I'm considering the idea of porting the time-shared BASIC (TSB) that was developed by Hewlett-Packard for the HP 2000F TSB system, which used two processors at the time (one for the I/O and the other for time-shared BASIC operations for each user on the system.)
I can elaborate on why this particular edition was so good, if asked. But let's suffice it that it was very good.
At the time, we (yes, I worked on TSB back in the day) worked with core memory (which remains one of the best inventions for non-volatile memory.) Texas Instruments is including FRAM (up to 256kb of it) in its MCU ICs. FRAM is not the same thing as core, but it has many of its excellent features. And it is attractive (to me) to consider adapting the HP 2000F TSB language features to the MCU. Many of the design choices made are appropriate for this kind of limited memory size (256 kB + 8 kb SRAM) and I think it would be a good fit.
I'm facing a question, right now, for which I could use some thoughtful input. TSB only supports one numeric data type -- a floating point format. All variables, arrays, and matrix operations assume this single, simple format. There are no integers and, obviously, no variations in memory footprint. Every numeric value is floating point and occupies exactly the same space.
It worked well enough 'back in the day.' But it imposed some limitations on array sizes -- especially in cases where only integers were being kept there. We'd spend time "packing data" into FP for denser formating, with added code to achieve it. But it was a pain and required some care because FP doesn't follow some math rules (like the distributive property.)
Also, I'm planning on using the FRAM for storage of "compiled-save" and "ASCII-save" BASIC code, and also for "FILES" containing preserved data. I'd like to reserve the SRAM for running variable storage. This will limit the size occupied by all the arrays and variables.
The question is this: Is there a strong reason for supporting integer data types?
The downside for me is that expression execution will have to accommodate different types if I support them. This will increase the FRAM footprint for the simulator and will force me to carefully consider conversion rules. The reduction in remaining FRAM will impact saved code and data space. And I don't think there will be much advantage in execution time. On the other hand, it will allow smaller SRAM allocations for arrays of integers. And that may be worth the trouble.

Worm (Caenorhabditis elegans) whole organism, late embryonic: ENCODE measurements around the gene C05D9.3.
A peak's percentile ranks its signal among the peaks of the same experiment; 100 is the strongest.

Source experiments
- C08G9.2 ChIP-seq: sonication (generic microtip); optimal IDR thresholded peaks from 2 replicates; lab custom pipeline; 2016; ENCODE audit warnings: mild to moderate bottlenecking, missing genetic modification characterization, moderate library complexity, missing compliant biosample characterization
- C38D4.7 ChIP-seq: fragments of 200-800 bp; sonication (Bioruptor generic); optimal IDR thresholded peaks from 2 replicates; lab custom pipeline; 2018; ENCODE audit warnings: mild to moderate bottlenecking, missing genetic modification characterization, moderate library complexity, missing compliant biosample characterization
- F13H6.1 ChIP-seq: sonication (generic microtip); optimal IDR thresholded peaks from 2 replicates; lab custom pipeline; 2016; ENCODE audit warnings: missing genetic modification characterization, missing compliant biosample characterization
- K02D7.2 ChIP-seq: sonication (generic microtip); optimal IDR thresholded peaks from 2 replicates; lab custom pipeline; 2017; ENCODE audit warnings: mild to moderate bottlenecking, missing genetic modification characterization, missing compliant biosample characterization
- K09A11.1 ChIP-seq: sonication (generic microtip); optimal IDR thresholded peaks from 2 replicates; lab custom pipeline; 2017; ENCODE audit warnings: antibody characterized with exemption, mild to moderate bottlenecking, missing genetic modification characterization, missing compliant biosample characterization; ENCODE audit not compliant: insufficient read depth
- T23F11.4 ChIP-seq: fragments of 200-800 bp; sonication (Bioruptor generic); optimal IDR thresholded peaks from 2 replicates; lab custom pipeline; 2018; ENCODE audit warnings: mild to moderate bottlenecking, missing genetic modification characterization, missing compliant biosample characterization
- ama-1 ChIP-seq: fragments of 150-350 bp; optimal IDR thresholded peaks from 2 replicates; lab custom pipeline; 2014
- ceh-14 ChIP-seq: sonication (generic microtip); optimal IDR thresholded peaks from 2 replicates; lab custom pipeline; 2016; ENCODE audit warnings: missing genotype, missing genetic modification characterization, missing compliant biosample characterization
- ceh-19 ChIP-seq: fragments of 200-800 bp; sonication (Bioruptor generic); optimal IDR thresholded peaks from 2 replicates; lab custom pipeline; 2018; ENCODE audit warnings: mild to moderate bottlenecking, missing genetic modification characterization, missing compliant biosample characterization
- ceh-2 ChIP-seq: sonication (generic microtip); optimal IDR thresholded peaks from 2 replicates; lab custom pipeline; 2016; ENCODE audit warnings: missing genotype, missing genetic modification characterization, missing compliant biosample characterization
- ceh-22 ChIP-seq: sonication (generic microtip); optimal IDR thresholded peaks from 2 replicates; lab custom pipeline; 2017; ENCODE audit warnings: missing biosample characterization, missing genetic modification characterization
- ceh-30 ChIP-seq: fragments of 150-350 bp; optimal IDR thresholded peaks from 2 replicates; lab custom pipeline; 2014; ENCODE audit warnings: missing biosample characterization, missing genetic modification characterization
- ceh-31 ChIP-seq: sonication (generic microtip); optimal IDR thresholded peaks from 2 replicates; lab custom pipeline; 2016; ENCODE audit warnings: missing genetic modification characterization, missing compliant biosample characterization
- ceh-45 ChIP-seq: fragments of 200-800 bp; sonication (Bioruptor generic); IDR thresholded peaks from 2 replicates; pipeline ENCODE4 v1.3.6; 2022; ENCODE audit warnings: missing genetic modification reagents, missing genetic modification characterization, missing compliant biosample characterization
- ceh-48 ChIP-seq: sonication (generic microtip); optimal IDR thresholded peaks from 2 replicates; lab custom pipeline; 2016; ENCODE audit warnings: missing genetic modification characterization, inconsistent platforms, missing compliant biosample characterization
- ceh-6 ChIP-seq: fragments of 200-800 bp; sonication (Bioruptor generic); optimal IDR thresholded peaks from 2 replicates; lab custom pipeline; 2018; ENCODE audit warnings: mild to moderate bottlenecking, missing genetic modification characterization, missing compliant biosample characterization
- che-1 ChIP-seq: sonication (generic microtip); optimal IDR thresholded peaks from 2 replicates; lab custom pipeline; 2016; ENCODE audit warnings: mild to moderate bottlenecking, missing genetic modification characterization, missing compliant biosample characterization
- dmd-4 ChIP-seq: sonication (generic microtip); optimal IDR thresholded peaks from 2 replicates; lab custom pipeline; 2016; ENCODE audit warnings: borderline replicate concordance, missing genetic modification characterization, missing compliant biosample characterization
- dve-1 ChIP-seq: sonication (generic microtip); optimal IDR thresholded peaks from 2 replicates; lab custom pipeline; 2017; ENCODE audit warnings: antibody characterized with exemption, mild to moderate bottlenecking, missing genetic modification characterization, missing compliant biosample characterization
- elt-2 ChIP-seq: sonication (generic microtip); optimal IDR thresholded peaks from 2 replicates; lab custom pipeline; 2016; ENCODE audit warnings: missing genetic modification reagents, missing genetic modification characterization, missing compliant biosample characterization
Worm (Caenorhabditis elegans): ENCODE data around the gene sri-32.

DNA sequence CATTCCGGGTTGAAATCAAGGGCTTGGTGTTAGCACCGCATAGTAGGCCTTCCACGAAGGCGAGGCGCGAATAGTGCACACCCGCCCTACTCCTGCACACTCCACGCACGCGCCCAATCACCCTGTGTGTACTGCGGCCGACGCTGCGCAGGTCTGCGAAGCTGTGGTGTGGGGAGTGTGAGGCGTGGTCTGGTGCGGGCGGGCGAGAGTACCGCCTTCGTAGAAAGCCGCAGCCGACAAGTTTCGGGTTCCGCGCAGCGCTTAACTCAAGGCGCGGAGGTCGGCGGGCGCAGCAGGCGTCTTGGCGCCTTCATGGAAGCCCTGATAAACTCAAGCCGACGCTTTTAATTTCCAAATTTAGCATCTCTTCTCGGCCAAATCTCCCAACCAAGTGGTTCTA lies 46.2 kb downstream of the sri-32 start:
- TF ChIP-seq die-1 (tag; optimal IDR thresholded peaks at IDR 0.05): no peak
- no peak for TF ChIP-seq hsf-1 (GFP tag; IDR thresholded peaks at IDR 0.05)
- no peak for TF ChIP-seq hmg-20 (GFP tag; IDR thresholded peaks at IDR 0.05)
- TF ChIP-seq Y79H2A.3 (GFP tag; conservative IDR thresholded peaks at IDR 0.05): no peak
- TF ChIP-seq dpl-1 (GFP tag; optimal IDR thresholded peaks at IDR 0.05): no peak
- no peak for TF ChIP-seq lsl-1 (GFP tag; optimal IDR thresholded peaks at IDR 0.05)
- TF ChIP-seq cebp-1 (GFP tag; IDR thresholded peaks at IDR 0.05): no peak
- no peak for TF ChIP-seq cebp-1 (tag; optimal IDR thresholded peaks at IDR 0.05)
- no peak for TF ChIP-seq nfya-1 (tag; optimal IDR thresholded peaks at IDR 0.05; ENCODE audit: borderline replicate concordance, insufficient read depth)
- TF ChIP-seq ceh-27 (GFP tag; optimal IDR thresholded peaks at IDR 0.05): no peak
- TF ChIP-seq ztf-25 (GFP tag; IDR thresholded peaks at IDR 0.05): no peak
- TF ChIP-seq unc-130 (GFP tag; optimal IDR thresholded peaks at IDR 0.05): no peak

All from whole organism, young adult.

This isn't an easy question for me, as I'm a little unsure of the market interest for end users. Only time will tell on that score. I'm also not looking to make any money on this. I make plenty already doing my regular activities -- way more than I need. But I enjoy writing interpreters (not the first by any shot) and I would like to build something that will help others. This 'balancing' issue is bothering me right now and I'm interested in any thoughtful comments.
This is something I will do. And I have the experience and background to complete it. (Done it before, at least.) My hope is to allow users to leverage the TI launchpad products (which can be used to program individual, external ICs on protoboards, for example) to generate their own custom-programmed MCUs that include the execution-code for BASIC, as well as creating, editing, and saving BASIC code in FRAM. Using the techniques developed with HP's TSB, RAM usage can be mitigated/adjusted by breaking the code up into multiple programs (the CHAIN command can be used to preserve certain variable values in SRAM while releasing others, allowing the 8kb to be more effectively used in tight situations.)
My main thrust right now is about the value/cost relationship of supporting more than one datatype. I'm not expecting 'the answer' that clarifies everything for me. But I'd love to hear some good arguments. I'll select the best, regardless of how much it actually helps me with this project.